0252 GMT November 22, 2019
“The more secretive you are, the harder it becomes to talk about later on,” said Michelle Brownstein, a certified financial planner and director of private client services at Personal Capital in San Carlos, Calif, wsj.com reported.
Discussions about family money are especially important these days given that financial professionals estimate that tens of trillions of dollars in financial and nonfinancial assets will be passed from baby boomers to their heirs over the next several decades. How much to disclose — and when — will depend on each family’s dynamics and wealth situation. But, generally, financial pros say that discussions with children around family wealth should take place in stages, over a number of years.
“A lot of times, there’s a myth that talking about money means revealing the balance sheet,” said Stacy Allred, managing director and head of Merrill Lynch’s Ultra High Net Worth Strategic Wealth Advisory Group and Center for Family Wealth Dynamics and Governance.
“Instead, it’s this series of conversations and typically the very last thing that’s shared is the distribution of the estate plan.”
Here are some age-appropriate strategies — and mistakes to avoid.
Many agree that the tween years are a good time to start. At this age, children only need to know the family has money; not the specifics of their wealth or how the money is invested.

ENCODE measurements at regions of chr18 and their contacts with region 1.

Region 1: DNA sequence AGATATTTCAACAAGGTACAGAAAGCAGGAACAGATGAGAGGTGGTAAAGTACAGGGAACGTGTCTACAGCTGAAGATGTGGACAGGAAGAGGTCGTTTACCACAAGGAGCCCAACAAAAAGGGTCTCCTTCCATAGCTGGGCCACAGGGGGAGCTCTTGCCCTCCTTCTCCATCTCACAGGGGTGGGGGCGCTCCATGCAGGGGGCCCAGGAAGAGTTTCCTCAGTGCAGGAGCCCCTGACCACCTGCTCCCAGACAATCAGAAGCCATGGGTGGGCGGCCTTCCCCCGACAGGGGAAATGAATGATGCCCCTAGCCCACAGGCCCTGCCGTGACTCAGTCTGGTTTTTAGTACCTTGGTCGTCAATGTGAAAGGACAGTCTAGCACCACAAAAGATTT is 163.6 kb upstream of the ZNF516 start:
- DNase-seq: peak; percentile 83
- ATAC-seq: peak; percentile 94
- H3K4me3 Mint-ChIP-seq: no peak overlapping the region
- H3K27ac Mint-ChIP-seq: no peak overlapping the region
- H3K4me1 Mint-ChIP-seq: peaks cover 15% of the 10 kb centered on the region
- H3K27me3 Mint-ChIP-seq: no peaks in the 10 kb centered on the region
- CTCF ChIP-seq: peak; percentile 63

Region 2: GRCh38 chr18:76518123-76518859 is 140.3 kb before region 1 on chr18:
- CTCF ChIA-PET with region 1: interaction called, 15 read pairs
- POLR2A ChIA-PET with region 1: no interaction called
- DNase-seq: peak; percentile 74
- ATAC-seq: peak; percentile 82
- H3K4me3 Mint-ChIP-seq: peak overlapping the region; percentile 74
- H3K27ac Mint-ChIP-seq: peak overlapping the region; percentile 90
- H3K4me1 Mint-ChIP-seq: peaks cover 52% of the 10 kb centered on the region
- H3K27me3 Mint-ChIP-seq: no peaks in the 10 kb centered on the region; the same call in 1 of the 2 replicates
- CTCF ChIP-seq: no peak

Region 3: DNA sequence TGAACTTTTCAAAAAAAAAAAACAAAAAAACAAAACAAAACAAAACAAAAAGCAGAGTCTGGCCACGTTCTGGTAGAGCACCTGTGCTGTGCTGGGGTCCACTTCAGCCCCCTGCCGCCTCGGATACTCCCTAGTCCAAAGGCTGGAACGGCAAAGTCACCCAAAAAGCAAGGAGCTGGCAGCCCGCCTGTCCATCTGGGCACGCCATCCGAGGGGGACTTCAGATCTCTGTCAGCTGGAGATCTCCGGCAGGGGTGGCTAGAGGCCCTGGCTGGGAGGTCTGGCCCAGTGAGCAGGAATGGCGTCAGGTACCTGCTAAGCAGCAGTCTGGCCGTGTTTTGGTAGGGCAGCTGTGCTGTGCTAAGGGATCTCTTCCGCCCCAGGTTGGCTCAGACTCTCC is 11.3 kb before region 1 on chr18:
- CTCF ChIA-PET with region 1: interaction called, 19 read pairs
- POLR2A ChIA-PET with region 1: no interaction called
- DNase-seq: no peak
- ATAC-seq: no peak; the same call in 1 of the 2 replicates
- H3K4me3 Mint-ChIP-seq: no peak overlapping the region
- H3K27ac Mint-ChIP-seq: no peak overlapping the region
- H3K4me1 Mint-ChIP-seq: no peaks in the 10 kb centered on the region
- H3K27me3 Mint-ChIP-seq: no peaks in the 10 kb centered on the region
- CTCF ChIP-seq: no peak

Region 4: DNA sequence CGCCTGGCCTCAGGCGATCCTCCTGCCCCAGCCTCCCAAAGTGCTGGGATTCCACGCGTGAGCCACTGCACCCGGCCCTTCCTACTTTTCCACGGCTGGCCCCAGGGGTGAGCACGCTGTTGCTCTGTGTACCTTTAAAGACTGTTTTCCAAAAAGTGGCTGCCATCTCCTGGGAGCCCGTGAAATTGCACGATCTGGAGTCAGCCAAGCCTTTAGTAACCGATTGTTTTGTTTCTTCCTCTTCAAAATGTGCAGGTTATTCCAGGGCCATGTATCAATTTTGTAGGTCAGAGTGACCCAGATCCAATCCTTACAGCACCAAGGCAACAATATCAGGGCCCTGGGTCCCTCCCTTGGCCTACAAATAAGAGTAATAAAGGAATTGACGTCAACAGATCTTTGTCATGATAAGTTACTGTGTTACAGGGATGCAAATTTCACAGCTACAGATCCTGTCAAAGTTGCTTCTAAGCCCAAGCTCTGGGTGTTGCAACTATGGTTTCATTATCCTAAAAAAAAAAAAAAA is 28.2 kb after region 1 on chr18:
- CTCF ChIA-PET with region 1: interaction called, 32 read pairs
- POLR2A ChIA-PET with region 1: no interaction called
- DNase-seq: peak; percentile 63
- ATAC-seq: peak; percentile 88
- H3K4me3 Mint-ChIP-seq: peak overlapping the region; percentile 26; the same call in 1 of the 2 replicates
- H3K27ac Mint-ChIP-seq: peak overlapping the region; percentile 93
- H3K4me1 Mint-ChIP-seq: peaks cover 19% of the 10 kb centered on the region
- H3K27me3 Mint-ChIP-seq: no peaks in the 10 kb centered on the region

Don’t try to start a conversation when they’re engrossed in a TV show or busy texting a friend. Tell them how fortunate your family is and cite examples. Point out the vacations you’ve taken, the nice clothes they have, the fun activities they do and the great schools they attend.
Then tell them the family history — ideally as a story, said Randy Kaufman, senior vice president with wealth manager EMM Wealth in New York, which provides wealth management services for affluent individuals and their families. You might begin, for example, with how their great-grandfather boarded a ship from Russia as a child, frightened and alone, she says.
As the children mature, if there are family foundations or donor-advised funds, think about including the children in meetings and decisions about where to make donations, Kaufman said.
Start by asking them what is important to them. Do they love animals or children, or do they have a strong desire to help the homeless or sick? Explain how they can be a great source of financial help to such efforts, says Ms. Kaufman, who also advises taking the children to visit animal or homeless shelters so they can see up close the importance of lending a helping hand.
Another effective way to engage teens in discussions about money, she said, is to involve them in family decisions such as where to go on vacation. Kaufman suggested parents invite their children to come up with two or three vacation ideas that the family can then discuss.